The small webcasters have been fighting ever since, but that fight took a note of urgency this year when the LoC's Copyright Royalty Board increased fees dramatically for all stations. Furthermore SoundExchange, the organization set up by the RIAA to collect fees for artists, convinced the LoC to allow it to demand an additional $500 per "channel" every year just to cover their administrative costs.
SoundExchange also threw in another monkey wrench that caught the ire of webcasters by claiming that they have the right to collect fees from non-SoundExchange members. If your stream only plays the music of independent artists who waive the fees from webcasts to gain visibility, SoundExchange says you still have to pay them the full tab. From Slashdot on April 29, 2007:
"With the furor over the impending rate hike for Internet radio stations, wouldn't a good solution be for streaming internet stations to simply not play RIAA-affiliated labels' music and focus on independent artists? Sounds good, except that the RIAA's affiliate organization SoundExchange claims it has the right to collect royalties for any artist, no matter if they have signed with an RIAA label or not. 'SoundExchange (the RIAA) considers any digital performance of a song as falling under their compulsory license. If any artist records a song, SoundExchange has the right to collect royalties for its performance on Internet radio. Artists can offer to download their music for free, but they cannot offer their songs to Internet radio for free ... So how it works is that SoundExchange collects money through compulsory royalties from Webcasters and holds onto the money. If a label or artist wants their share of the money, they must become a member of SoundExchange and pay a fee to collect their royalties.'"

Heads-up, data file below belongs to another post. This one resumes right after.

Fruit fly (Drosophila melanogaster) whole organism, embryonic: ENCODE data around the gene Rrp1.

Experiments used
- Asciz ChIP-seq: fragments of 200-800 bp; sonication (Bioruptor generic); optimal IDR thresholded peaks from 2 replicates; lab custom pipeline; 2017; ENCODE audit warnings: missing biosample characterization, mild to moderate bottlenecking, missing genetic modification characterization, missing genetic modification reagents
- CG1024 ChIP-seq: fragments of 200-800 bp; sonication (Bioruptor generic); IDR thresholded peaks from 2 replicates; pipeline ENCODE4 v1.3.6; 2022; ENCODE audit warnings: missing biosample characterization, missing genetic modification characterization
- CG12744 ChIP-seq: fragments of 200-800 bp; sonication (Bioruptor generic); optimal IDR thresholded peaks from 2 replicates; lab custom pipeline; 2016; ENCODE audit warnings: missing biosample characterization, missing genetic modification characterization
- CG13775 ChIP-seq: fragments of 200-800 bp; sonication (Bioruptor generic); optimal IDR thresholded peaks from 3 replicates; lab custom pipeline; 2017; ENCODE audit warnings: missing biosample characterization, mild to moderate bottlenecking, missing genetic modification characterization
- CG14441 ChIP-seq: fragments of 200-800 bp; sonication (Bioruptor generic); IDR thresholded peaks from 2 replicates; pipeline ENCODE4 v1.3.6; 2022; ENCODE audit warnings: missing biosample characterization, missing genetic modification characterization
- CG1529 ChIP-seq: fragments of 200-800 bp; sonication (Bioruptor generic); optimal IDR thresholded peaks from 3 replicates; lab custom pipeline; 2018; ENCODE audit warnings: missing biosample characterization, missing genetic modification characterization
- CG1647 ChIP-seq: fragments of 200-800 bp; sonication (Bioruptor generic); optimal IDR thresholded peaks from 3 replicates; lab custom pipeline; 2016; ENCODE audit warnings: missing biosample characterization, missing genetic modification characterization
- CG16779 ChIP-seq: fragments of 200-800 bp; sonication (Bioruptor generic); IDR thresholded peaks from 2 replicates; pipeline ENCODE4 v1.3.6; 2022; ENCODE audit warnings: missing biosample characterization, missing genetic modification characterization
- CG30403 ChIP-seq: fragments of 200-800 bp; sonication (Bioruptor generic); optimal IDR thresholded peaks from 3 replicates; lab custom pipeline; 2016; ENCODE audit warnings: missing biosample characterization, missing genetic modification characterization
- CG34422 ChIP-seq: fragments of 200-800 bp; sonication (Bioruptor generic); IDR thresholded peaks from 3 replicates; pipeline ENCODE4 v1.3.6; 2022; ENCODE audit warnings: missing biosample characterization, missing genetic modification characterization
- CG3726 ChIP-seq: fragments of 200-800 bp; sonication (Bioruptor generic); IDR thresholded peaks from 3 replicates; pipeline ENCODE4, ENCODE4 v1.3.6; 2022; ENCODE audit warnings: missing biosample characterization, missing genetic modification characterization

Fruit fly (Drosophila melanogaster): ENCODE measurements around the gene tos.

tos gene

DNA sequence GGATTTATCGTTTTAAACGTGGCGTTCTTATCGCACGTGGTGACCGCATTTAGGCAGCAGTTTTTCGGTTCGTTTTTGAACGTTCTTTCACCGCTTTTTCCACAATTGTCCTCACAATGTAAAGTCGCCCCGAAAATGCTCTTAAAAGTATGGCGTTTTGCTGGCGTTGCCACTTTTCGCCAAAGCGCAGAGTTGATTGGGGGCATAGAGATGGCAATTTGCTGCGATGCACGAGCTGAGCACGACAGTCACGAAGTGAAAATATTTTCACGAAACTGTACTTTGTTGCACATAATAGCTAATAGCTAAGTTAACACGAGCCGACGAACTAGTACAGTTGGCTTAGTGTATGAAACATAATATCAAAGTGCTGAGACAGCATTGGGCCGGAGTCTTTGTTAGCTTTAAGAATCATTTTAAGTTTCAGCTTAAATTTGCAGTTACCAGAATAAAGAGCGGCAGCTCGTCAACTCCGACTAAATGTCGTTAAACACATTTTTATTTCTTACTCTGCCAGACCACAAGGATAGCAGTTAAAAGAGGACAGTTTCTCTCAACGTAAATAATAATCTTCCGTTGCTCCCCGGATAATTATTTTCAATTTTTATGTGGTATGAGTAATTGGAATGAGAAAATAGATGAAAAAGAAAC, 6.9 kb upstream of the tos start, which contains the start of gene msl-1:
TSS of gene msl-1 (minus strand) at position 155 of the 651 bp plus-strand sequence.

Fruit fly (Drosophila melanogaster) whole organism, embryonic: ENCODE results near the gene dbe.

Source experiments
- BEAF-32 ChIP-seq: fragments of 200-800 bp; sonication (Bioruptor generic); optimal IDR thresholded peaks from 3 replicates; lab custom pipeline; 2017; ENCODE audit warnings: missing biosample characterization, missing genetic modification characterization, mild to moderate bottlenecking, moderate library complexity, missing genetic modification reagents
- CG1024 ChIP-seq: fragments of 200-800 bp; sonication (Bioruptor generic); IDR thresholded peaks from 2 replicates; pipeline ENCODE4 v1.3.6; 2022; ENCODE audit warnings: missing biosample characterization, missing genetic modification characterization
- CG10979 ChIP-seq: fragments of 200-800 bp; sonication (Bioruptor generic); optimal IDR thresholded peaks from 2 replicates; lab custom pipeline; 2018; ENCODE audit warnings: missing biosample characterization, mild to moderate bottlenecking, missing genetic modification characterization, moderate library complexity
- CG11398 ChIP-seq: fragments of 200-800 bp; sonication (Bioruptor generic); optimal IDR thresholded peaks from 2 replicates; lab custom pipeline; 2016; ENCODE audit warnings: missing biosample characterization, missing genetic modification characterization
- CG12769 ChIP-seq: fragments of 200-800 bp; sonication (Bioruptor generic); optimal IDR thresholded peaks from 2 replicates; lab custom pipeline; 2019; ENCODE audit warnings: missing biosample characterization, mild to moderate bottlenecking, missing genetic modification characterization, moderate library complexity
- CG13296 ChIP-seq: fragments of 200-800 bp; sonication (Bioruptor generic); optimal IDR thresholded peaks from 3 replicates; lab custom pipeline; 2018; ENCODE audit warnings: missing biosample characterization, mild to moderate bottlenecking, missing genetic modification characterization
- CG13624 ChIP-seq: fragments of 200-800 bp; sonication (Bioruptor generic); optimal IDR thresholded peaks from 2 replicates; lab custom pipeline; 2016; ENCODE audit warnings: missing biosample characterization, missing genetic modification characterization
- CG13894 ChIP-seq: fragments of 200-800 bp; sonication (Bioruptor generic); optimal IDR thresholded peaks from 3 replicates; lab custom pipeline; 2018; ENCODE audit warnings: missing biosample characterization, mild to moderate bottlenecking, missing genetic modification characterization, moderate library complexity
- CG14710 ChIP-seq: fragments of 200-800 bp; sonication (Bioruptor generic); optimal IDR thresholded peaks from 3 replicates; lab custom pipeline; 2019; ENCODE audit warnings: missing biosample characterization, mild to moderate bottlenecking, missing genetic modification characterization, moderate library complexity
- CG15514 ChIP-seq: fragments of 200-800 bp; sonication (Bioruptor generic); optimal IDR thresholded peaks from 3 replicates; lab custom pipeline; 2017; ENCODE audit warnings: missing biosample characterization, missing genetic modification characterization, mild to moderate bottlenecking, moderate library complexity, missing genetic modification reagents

The small webcast community exploded over these changes and interpretations, which leads us to the conflict we have today. The webcast community recently lobbied for the introduction of the Internet Radio Equality Act to bring balance to what they see as an unjust situation. In a show of solidarity webcasters will go silent on Tuesday June 26. According to Kurt Hansen's radio and Internet Newsletter, joining this blackout is none other that Yahoo itself. This goes to show how dramatic the new fees have gone up as well as the fluidity of the landscape and its participants.
The Day of Silence is designed to bring awareness to these issues. It is already picking up major press with the buzz online very high. So far online posts on the story, like this one at Slashdot show overwhelming support for the webcasters.
Personally, I'm still bugged about the death of hobby webcasting in the US. That's why I support them too. But it will be a tough fight. With CD sales dropping precipitously, the major labels are more determined than ever to drive strong revenue from other sources. For the webcast landscape that means they will want more control, not less.